Housing Discrimination

City, State, and Federal Laws Protecting Tenants’ From Discrimination

The City Human Rights Law protects residents of most types of housing in New York City against discrimination. If you reside in an apartment building or multiple family dwelling, co-op, condominium, government-assisted housing, or residential hotel, you are covered under the Law. The Law does not extend to residents of two-family houses if the owner or a member of the owner’s family resides in one of the housing accommodations and the available housing accommodation was not advertised. In addition, you are not covered by the Law if you rent a room or rooms in non-government assisted housing where the owner resides.

It is unlawful for landlords, superintendents, building managers, condominium owners, cooperative owners and boards to discriminate in the sale, rental or lease of a housing accommodation or in the provision of services and facilities because of a person’s actual or perceived race, color, national origin, gender (including gender identity), disability, sexual orientation, creed, marital status, partnership status, alienage or citizenship status, any lawful source of income, age, lawful occupation, or because children are or may be residing with the person.

Under the Housing Stability and Tenant Protection Act of 2019, it is also unlawful for building owner to refuse to rent to a tenant because of prior action against the tenant in Housing Court.

Complaints about discrimination of any kind or landlord’s failure to provide reasonable accomodation to tenants with disabilities (see below) can be made to the New York City Commission on Human Rights. The NYCCHR can also be reached by phone by calling 311 or (212) 416-0197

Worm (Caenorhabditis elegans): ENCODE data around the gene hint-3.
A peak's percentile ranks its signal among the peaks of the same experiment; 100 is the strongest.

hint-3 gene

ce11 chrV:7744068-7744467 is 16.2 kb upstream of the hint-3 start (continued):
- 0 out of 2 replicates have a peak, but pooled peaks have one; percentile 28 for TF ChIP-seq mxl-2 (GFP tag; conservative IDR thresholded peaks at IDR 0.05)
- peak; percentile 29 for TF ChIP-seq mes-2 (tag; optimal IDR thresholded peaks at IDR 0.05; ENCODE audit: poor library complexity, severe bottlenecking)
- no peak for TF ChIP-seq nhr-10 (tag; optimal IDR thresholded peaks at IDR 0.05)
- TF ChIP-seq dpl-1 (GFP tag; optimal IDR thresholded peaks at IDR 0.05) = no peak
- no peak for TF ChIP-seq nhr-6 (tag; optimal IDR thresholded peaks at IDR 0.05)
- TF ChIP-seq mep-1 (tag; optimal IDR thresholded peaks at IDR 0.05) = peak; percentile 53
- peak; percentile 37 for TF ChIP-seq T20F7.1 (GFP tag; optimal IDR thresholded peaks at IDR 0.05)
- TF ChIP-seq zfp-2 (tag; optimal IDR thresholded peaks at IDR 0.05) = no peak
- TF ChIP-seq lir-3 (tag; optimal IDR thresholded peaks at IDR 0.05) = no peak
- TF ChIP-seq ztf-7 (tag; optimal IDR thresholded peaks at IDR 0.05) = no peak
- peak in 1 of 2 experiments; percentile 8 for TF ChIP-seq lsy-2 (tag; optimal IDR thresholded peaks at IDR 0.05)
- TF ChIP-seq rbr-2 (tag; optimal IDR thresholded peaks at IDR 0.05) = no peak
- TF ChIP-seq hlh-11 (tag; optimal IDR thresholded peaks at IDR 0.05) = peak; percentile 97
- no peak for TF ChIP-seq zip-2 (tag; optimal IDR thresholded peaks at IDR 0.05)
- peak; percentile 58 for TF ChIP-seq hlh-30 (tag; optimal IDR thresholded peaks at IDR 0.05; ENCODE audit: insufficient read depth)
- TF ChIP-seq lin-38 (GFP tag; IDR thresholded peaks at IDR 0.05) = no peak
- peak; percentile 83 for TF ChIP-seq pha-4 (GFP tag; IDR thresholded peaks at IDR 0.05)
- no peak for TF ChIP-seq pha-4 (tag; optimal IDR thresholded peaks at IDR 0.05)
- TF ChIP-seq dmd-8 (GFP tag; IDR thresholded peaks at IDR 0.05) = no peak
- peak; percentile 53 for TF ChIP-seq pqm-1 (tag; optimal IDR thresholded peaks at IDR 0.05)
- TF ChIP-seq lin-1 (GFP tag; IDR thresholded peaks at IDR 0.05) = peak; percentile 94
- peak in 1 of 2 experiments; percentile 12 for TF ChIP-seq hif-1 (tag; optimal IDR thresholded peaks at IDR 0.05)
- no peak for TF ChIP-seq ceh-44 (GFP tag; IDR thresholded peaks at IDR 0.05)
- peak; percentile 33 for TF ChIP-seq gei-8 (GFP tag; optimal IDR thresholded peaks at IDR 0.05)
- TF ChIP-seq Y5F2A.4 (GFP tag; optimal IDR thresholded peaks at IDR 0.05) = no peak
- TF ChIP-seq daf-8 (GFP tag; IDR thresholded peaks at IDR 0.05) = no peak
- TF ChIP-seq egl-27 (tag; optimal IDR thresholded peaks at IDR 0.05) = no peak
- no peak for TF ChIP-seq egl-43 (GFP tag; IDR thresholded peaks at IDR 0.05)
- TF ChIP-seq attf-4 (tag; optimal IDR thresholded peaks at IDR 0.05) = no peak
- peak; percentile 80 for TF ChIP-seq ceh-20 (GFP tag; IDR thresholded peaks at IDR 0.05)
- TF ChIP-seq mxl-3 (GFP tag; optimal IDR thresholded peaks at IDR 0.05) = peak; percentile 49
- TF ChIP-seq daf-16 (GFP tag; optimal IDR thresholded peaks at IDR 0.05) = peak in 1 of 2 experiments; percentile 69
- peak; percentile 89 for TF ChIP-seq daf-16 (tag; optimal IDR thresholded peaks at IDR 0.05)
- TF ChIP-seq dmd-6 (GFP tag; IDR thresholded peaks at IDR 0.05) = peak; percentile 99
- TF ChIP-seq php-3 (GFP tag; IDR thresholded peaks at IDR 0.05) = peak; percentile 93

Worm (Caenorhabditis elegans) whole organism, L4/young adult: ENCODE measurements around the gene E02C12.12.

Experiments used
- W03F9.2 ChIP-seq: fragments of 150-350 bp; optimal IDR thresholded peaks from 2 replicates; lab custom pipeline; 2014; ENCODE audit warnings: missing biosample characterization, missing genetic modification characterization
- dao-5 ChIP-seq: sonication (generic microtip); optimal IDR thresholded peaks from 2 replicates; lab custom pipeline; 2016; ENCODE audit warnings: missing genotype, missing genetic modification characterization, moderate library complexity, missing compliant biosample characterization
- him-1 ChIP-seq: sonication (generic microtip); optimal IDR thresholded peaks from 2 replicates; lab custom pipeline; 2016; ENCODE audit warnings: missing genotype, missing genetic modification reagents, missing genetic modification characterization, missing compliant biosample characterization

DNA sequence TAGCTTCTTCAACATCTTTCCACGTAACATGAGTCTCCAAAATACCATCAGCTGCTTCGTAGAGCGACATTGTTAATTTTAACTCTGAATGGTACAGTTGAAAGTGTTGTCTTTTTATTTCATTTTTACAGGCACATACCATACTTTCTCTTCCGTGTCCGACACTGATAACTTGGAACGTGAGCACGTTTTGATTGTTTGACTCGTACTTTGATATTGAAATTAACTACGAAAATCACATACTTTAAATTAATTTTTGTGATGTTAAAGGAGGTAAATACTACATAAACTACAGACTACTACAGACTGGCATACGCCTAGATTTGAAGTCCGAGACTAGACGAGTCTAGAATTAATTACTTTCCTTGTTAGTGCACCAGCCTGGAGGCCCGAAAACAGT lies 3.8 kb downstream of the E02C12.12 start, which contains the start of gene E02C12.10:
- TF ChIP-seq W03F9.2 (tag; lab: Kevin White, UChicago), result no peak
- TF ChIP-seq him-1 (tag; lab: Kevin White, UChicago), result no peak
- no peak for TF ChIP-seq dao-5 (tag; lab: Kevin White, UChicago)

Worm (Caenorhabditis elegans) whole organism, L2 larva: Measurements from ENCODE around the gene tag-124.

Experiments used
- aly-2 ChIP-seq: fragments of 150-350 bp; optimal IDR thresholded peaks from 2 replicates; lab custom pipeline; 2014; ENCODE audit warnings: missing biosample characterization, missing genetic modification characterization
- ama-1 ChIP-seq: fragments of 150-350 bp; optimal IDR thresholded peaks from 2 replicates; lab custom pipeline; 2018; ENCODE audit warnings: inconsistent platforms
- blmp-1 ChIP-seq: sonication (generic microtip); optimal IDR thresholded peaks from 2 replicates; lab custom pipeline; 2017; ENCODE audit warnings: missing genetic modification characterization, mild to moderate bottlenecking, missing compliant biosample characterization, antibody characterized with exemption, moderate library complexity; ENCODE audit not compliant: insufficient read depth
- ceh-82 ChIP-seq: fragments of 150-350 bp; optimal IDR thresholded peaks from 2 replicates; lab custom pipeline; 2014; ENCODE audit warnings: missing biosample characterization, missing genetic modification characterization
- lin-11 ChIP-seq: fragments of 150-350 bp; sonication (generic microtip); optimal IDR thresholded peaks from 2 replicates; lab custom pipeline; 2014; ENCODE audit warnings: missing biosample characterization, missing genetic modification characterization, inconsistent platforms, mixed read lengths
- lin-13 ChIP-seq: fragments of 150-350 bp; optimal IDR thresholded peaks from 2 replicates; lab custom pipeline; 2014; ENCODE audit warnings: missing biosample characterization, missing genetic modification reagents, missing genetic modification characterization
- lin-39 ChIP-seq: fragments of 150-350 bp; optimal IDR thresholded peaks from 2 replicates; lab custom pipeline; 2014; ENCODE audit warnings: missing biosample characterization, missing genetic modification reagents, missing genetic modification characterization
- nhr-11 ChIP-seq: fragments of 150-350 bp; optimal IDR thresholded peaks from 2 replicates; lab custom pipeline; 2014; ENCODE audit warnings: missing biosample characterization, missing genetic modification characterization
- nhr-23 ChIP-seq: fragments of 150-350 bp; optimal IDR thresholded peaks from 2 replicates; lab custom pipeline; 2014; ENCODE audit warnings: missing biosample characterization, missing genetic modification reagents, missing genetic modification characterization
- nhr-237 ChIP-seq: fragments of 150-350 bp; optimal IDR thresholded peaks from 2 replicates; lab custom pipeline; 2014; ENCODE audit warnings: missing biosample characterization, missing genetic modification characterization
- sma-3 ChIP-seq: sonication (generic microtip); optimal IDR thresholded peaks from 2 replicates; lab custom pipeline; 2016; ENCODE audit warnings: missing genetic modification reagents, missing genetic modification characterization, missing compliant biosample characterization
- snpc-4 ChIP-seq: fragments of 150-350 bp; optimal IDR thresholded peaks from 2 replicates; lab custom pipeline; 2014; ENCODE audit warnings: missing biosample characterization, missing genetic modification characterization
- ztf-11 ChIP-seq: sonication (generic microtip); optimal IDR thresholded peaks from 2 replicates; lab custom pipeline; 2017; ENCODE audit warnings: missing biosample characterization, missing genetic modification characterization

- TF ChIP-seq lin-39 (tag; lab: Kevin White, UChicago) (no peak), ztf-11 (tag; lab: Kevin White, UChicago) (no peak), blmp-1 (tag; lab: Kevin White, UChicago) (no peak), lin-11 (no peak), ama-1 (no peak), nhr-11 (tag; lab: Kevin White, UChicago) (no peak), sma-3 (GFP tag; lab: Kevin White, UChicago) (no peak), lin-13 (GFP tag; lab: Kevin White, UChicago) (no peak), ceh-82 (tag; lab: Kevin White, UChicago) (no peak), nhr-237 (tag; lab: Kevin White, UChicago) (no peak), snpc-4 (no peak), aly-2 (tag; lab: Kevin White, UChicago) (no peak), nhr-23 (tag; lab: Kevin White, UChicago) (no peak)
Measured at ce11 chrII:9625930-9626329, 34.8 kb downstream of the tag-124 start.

Laws Enforced by HUD:
Fair Housing Act 
Title VIII of the Civil Rights Act of 1968 (Fair Housing Act), as amended, prohibits discrimination in the sale, rental, and financing of dwellings, and in other housing-related transactions, based on race, color, national origin, religion, sex, familial status (including children under the age of 18 living with parents or legal custodians, pregnant women, and people securing custody of children under the age of 18), and diability.

Fair Housing Act
The Fair Housing Act, as amended in 1988, prohibits housing discrimination on the basis of race, color, religion, sex, disability, familial status, and national origin. Its coverage includes private housing, housing that receives Federal financial assistance, and State and local government housing. It is unlawful to discriminate in any aspect of selling or renting housing or to deny a dwelling to a buyer or renter because of the disability of that individual, an individual associated with the buyer or renter, or an individual who intends to live in the residence. Other covered activities include, for example, financing, zoning practices, new construction design, and advertising.